Chimpanzees in the wild get drunk on palm tree wine. Past studies have showed that humans’ closest primate cousins have an understanding of language and the ability to cook. Now a group of researchers has discovered that they also share a taste for alcohol. Scientists led by Dr Kimberley Hockings from Oxford Brookes University studied chimpanzees living near the village of Bossou in Guinea for 17 years (1995-2012).

Chimpanzees In West Africa Found Indulging In Habitual Drinking

Chimps have developed tools for this

For the first time, scientists have officially confirmed that wild chimps habitually drink alcohol. Findings of the study were published in the Royal Society Open Science. The study recorded chimpanzees using leaves to drink fermented palm sap. Some of them even showed “visible signs of inebriation” after drinking alcohol.

Villagers in the Bossou area tap raffia palm trees to harvest “palm wine” with plastic containers placed near the crowns of the trees. Local people leave the containers alone for most of the day, collecting palm wine in the morning and evening. Chimps use “leaf sponges” to drink alcohol. They scrunch up leaves in their mouths, crushing into absorbent sponges. Then they dip leaf sponges into plastic containers placed by villagers, and suck out the content from leafy tools in their mouths.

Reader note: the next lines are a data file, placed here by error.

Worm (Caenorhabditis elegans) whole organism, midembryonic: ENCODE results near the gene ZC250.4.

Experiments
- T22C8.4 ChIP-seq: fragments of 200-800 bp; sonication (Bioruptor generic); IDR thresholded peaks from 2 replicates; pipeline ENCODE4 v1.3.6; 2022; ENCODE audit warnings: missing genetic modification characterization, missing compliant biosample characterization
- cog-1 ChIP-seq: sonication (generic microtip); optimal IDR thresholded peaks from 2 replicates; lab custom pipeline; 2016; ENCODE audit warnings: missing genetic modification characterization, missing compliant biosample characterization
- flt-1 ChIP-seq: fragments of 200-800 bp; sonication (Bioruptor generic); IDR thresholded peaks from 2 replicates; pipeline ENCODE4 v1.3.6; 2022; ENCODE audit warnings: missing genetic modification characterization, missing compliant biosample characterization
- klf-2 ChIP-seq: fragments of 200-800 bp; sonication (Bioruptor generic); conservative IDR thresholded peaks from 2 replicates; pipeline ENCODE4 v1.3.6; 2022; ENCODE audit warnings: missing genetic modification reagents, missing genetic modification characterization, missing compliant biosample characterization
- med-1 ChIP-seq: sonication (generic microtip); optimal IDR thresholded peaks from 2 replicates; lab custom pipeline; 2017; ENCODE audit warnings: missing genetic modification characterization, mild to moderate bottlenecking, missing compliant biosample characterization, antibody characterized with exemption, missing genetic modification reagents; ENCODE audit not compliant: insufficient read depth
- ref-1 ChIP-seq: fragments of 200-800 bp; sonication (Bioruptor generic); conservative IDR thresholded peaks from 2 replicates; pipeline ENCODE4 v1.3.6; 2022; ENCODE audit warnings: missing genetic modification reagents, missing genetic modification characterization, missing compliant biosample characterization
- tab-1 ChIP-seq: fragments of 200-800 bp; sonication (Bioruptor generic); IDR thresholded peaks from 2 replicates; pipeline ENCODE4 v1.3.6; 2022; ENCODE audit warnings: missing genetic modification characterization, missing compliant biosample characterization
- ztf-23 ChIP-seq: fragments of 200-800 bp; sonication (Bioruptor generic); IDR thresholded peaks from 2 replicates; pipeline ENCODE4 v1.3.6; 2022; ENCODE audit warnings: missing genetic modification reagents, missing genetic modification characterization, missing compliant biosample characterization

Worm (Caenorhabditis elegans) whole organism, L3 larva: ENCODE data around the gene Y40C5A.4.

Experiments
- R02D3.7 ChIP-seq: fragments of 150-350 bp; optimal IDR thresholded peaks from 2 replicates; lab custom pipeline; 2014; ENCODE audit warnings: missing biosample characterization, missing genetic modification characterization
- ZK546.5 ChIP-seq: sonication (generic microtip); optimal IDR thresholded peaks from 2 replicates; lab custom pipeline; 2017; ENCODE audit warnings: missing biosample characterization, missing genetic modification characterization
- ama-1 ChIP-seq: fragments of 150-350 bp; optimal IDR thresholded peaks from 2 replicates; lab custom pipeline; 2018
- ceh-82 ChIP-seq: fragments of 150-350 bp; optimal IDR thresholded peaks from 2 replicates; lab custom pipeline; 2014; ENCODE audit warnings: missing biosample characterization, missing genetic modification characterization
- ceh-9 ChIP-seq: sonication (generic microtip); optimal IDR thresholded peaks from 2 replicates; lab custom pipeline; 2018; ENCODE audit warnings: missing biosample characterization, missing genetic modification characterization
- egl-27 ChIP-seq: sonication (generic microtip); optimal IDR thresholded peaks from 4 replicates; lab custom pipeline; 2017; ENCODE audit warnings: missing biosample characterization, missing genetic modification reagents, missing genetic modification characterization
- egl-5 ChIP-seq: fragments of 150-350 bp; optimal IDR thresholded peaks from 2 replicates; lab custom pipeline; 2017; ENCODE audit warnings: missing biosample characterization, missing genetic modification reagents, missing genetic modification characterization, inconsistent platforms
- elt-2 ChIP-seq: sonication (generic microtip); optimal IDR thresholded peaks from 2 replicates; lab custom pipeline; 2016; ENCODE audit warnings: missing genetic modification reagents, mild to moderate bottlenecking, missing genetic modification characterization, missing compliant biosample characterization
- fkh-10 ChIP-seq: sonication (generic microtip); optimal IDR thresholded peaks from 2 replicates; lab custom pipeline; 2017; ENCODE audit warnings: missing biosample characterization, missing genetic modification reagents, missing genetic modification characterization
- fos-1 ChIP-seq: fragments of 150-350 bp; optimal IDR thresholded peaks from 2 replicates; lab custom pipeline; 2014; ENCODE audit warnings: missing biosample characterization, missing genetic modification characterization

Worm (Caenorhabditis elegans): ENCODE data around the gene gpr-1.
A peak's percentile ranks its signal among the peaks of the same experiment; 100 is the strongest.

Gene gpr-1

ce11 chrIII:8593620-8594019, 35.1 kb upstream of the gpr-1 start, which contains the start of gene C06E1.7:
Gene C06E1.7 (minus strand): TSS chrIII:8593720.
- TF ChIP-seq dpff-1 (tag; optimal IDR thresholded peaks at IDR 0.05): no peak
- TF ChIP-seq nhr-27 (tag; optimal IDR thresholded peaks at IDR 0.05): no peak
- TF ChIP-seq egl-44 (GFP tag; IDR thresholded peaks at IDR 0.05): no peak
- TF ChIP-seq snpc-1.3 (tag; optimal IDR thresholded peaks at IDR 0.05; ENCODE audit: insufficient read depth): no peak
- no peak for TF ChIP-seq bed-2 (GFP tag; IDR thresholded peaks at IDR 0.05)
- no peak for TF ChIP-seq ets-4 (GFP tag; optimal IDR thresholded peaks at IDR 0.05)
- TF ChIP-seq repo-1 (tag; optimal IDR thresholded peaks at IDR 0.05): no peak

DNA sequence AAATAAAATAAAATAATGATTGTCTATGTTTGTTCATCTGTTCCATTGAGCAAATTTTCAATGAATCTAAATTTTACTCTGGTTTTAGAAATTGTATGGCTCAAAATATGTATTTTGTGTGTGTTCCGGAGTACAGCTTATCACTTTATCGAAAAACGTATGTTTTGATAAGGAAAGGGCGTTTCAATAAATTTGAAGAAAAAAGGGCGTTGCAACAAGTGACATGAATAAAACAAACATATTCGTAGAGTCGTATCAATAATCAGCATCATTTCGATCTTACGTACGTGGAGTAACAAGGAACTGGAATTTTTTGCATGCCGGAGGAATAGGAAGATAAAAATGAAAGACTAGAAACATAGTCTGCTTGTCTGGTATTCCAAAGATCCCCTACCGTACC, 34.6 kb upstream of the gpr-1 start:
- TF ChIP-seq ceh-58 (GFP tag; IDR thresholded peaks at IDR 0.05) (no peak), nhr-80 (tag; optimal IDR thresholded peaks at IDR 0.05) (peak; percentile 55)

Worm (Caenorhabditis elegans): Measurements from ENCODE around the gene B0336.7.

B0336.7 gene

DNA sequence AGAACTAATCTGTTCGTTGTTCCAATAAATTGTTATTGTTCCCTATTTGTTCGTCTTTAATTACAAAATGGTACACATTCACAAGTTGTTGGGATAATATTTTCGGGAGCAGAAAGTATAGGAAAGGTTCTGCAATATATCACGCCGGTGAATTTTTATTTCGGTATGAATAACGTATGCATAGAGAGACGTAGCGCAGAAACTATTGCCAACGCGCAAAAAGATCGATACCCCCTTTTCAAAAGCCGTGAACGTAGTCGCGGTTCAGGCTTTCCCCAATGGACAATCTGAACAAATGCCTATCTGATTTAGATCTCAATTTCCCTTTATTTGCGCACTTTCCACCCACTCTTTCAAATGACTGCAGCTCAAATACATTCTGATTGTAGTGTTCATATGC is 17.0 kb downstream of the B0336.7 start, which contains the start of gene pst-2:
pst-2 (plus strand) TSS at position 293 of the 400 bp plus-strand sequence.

Chimpanzees consume strong alcohol

Researchers found that the chimps consumed fermented sap in large quantities. They also filmed the chimps’ “drinking sessions” and measured the alcohol content of the palm wine in containers. They found that the fermented sap’s alcoholic content varied between 3.1% and 6.9%, almost equivalent to a strong beer.

After drinking, chimpanzees showed signs of inebriation. On one particular occasion, an adult male chimp was extremely restless. While others were settling into their nests, he spent an extra hour moving in an agitated manner from tree to tree, Hockings told BBC News. Scientists observed a total of 51 instances of drinking sessions. Males accounted for 34 of the 51 instances

Individual chimpanzees either co-drank or one chimp monopolized the container while others waited for their turn.